Billionaire businessman Tom Steyer in search of his first breakout performance on a Democratic debate stage may have come close Friday night in Manchester, N.H. by trying to turn a heated discussion on healthcare into a referendum on President Trump’s economy.
“Everybody on this stage is better on economic justice and health care than anybody in the Republican Party and a million times better than Donald Trump,” Steyer said. “We are going to have to take Mr. Trump down about the economy …and he is going to beat us unless we can take him down on the economy.”
Steyer’s comments came the night the government’s monthly job’s report revealed the economy added 225,000 new jobs in January marking the 112th straight month of gains. Last month the U.S. Census Bureau revealed that the U.S. homeownership rate is at a multiyear high. And while U.S. stocks closed lower Friday, it comes just one day after all three benchmark indexes finished at record highs.
Before Steyer raised his economy point, healthcare bubbled up once again to be a hotly contested issue. The only difference between past debates and the event held at St. Anselm’s College is this debate comes on the eve of the nation's first primary.
The hotly contested words over healthcare started out with the former mayor of South Bend, Indiana, Pete Buttigieg, talking about how his candidacy is a rejection of “trying to fall back on the familiar” and of “dividing people with a politics that says if you don’t go all the way to the edge, it doesn’t count.”
ABC News’ moderator George Stephanopoulos asked Buttigieg if his comment was a reference to Sen. Bernie Sanders, Buttigieg replied: “Yes, because we’ve got to bring as many people as we can into this process."
Sanders responded quickly, “The way you bring people together is by representing an agenda that works for the working people of this country,” which he said includes his touted Medicare-for-All plan.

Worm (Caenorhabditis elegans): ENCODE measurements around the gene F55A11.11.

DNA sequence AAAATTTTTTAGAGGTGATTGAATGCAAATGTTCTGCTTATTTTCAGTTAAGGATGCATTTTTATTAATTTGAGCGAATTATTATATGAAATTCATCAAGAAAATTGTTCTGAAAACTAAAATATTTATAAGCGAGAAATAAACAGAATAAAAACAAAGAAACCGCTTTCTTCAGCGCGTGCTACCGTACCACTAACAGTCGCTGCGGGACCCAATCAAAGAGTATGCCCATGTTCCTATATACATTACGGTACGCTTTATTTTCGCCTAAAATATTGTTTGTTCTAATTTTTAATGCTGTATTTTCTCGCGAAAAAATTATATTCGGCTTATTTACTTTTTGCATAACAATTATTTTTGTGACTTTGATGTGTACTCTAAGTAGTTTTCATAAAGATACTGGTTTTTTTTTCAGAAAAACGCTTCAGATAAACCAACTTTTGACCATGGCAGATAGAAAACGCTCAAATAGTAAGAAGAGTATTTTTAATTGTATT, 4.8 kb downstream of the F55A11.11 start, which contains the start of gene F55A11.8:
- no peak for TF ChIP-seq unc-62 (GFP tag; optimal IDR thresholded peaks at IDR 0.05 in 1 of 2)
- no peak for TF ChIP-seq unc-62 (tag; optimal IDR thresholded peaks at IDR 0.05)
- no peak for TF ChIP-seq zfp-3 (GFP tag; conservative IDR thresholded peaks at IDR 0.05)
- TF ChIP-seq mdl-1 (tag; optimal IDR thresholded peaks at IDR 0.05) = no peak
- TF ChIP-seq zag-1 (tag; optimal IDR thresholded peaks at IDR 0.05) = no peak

The Vermont senator’s touting of the costly and controversial plan opened the door for former Vice President Joe Biden. “Bernie says you have to bring people together and we have to have Medicare for All,” Biden said, “And he says he wrote the damn thing, but he’s unwilling to say what the damn thing is going to cost.”
Biden has offered a plan that according to his campaign web site will “build on the Affordable Care Act by giving Americans more choice, reducing health care costs, and making our health care system less complex to navigate.”
Sanders came back at Biden and said “if we do what Joe wants,” the government “will spend $50 trillion” on healthcare.
While costs for how much any of the Democratic healthcare programs will cost are far from fixed, Sen. Amy Klobuchar of Minnesota said the future of healthcare isn’t just about the costs, it is about what is possible.
“I keep listening to this same debate, and it is not real," she said on the debate over health care. "It is not real, Bernie, because two-thirds of the Democrats in the Senate are not on your bill and because it would kick 149 million Americans off their current health insurance in four years.”
The two-term senator also asked rhetorically that the Affordable Care Act “is now 10 points more popular” than President Trump, “So why would we abandon it?”